Thursday, 10 January 2013

Welfare Benefit Uprating Bill

The text of my speech in Parliament this week on this shameful Tory Bill follows below.

'The proposal is to limit the increase in working-age benefits to 1% for the next three years, which is an effective cut. Let us make no mistake: for anyone who relies on benefits for all or part of their income, this will be a “poverty-producing policy”. Those are not my words, but the words of the Child Poverty Action Group. Working families are finding it hard to get by financially after two years of freezes in child benefit and working tax credit, and cuts to child care tax credit, housing benefit and support for new parents. It is no wonder that the CPAG is warning that the number of children living in absolute poverty will rise.

Let us look at what the proposal means for a full-time worker on the minimum wage. In a response to my hon. Friend the Member for Stockport (Ann Coffey), the Treasury confirmed that the working tax credit lost in 2013-14 by people who are working full time on the minimum wage, due to the Government’s freezes and the increase in the earnings taper, will be £475 for a single person with no children and £660 for a couple with one child. Contrary to the assertions made in Parliament, the amount of working tax credit lost by families with one earner on the minimum wage will be greater than their saving of £420 in 2013-14 from the increase in the personal tax allowance.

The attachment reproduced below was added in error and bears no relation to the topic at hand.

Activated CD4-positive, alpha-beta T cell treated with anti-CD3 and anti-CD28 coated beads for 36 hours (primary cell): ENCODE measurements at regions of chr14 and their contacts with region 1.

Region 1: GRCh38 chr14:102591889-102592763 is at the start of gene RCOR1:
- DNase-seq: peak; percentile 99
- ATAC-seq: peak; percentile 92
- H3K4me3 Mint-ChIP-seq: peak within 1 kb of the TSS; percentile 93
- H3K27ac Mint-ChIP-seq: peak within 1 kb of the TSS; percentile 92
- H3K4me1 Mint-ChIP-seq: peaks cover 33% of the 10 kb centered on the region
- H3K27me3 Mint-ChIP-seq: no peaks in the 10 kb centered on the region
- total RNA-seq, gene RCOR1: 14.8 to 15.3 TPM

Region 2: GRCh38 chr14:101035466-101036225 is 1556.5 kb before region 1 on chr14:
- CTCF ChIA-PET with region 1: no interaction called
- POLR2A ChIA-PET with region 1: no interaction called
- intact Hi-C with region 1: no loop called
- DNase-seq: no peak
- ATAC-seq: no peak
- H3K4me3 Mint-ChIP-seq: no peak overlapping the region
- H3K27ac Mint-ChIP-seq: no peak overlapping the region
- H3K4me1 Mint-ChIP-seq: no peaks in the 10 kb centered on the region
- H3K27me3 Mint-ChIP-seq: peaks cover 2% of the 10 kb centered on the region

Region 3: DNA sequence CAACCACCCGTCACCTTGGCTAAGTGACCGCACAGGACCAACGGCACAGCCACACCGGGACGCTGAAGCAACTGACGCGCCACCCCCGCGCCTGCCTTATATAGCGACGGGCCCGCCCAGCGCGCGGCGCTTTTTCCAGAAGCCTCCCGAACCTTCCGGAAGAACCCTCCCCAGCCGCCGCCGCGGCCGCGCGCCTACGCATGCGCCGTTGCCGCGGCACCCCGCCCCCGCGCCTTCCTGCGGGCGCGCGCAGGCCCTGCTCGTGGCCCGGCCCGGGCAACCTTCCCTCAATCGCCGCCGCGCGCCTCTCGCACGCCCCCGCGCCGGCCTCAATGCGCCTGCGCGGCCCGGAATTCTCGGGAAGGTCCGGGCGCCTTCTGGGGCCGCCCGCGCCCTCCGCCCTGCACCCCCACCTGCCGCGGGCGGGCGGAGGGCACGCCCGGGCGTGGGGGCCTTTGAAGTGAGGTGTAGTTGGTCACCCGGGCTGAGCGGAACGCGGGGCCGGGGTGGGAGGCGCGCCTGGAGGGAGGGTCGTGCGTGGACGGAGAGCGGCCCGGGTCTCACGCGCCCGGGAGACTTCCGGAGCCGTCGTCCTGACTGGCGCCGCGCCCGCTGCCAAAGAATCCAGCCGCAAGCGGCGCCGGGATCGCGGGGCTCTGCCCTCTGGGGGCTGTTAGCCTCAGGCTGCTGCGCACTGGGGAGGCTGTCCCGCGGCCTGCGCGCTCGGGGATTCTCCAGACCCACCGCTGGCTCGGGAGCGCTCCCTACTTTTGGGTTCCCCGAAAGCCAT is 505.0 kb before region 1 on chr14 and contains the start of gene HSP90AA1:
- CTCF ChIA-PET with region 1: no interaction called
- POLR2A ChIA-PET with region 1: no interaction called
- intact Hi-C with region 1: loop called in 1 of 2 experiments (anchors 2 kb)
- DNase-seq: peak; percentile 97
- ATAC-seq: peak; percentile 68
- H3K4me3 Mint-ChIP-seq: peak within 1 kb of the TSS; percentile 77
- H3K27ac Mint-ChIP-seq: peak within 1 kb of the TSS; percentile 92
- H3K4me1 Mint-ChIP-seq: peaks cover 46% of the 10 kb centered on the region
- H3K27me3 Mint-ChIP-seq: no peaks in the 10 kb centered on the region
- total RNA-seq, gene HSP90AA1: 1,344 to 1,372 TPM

Many of my constituents work in low-paid retail work. I am grateful to the Union of Shop, Distributive and Allied Workers for the survey of its members, who all report how difficult it is to manage with the rising cost of food, fuel and other everyday items. Many report that they have turned off the heating at certain times in the month. Tracey said that although both she and her partner work, after paying for the rent, gas and electric, they often find it so hard to manage that they go without food so that their children can eat.
That situation is confirmed by the Oasis food bank in my constituency, which has recently begun to operate. Although I support its good work and pay tribute to it, I deplore the fact that such organisations are needed in the 21st century. The food bank tells me that many working people come to it as they simply cannot make their money stretch to the end of the month, and we know that more people are turning to payday lenders simply to get money to spend on essentials, not on luxuries any more. It is no wonder those payday lenders are circling the estates.

The people affected have not made a lifestyle choice. They are working people such as the one who came to my surgery who gets up at 5 o’clock to do two cleaning jobs. It is not a lifestyle choice for those who are out of work, either. It is a situation that they find themselves in, like the young man who worked at Comet and lost his job, and is now competing with seven others for every job in my constituency. He was almost in tears at having to claim benefits, and I can relate to that: I claimed benefits myself for a few months in the mid-’80s when I was left with a young daughter, and it has left an indelible mark on me. I know what it feels like to go and sign on—it hurts, it really does.

Those in work who are struggling to make ends meet and those out of work who are desperate to find it are the people who are bearing the brunt of the Government’s failed economic policies, not the high earners and millionaires who are getting a tax cut of £107,000 this April. It is not fair, and it is not right, and I am proud to vote against the Bill and defend the 8,100 people in my constituency who are claiming working tax credits.'

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